Scottish prosecutors: 2 Libyans are Lockerbie bomb suspects

LONDON (AP) — A quarter-century after one of the worst terror attacks in British history, prosecutors say they have identified two new Libyan suspects in the bombing of a Pan Am jet over Lockerbie, Scotland, and want U.S. and Scottish investigators to interview them in Tripoli.

Given Libya’s instability, that may be a remote prospect.

Scotland’s Crown Office said Lord Advocate Frank Mulholland and U.S. Attorney General Loretta Lynch had agreed there’s “a proper basis in law in Scotland and the United States to entitle Scottish and U.S. investigators to treat two Libyans as suspects” in the bombing of Flight 103.

It said Scotland and the U.S. were asking Libyan authorities to help Scottish detectives and FBI officers interview the suspects. The office said the Libyans are suspected of involvement with Abdel Baset al-Megrahi, the only person convicted in the attack.

A bomb shattered the New York-bound Boeing 747 as it flew over Scotland on Dec. 21, 1988, killing all 259 people aboard and 11 on the ground. Many of the victims were American college students flying home for Christmas.

The complex and unfinished Lockerbie investigation is tied up with Libya’s relationship with the West. In 1988, dictator Moammar Gadhafi’s Libya was a pariah state accused by Western governments of sponsoring terrorism.

In 1999, Gadhafi handed over al-Megrahi and a second suspect — later acquitted — to Scottish authorities after years of punishing U.N. sanctions. In 2003, Gadhafi acknowledged responsibility, though not guilt, for the Lockerbie bombing and paid compensation of about $2.7 billion to the victims’ families. He also pledged to dismantle all weapons of mass destruction and joined the U.S.-led fight against terrorism.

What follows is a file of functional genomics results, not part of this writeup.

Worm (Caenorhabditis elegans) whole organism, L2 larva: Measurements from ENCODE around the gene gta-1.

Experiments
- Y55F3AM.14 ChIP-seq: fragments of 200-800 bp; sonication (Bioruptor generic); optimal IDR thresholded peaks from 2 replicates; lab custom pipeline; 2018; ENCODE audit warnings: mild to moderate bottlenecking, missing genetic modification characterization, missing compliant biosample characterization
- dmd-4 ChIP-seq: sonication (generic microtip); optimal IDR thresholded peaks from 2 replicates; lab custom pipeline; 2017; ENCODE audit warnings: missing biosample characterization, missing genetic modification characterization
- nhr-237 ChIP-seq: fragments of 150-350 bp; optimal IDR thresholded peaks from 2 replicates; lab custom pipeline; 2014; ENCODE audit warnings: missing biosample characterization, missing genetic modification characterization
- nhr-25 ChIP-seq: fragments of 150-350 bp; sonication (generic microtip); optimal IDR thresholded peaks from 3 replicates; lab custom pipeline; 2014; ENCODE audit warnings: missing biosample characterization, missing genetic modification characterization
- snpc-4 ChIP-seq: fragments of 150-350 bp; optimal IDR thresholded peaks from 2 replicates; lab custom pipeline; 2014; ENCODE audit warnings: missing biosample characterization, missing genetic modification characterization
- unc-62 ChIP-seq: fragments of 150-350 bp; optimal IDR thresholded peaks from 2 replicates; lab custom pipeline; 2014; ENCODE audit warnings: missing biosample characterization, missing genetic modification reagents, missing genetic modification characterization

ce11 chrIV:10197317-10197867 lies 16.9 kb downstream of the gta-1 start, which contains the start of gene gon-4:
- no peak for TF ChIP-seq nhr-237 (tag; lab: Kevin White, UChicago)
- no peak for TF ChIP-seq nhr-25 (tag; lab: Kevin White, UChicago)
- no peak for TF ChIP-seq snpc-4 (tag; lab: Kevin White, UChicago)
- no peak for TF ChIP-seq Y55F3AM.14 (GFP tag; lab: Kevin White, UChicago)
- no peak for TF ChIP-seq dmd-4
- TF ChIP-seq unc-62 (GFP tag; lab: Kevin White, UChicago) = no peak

After Gadhafi was overthrown and killed in 2011, Britain asked Libya’s new rulers to help fully investigate. But the country has since been wracked by chaos and political violence, stalling efforts to collect evidence and interview suspects.

The U.S. Department of Justice remains committed to pursuing justice for the bombing victims, 189 of whom were American, a department spokesman said.

Prosecutors didn’t name the two Libyans, in keeping with British practice of not identifying suspects until they’re charged.

British officials previously asked to interview Abdullah al-Senoussi, Gadhafi’s former spymaster, about the bombing.

A long investigation by documentary filmmaker Ken Dornstein, whose brother died in the attack, identified another Libyan, Abu Agila Mas’ud, as the possible bomb-maker. He hasn’t been named by U.S. or Scottish officials as a suspect.

Both were imprisoned in Libya after the 2011 fall of Gadhafi, and al-Senoussi has been sentenced to death. The crimes they’ve been charged with in Libya are unrelated to the bombing.

Dornstein said it’s heartening to know the Scottish and U.S. governments are pursing the bombing suspects, a task he acknowledged isn’t easy given the state of affairs in Libya.

“I feel like I pushed it as far as I could as a filmmaker and now it’s up to governments to do the actual administration of justice,” Dornstein said. “I’d be really gratified to know that this project could potentially lead to the first new charges in the case in some 25 years.”

Prosecutors believe Flight 103 was brought down by a bomb in a suitcase loaded onto a flight from Malta and then booked through to Pan Am 103 via Frankfurt.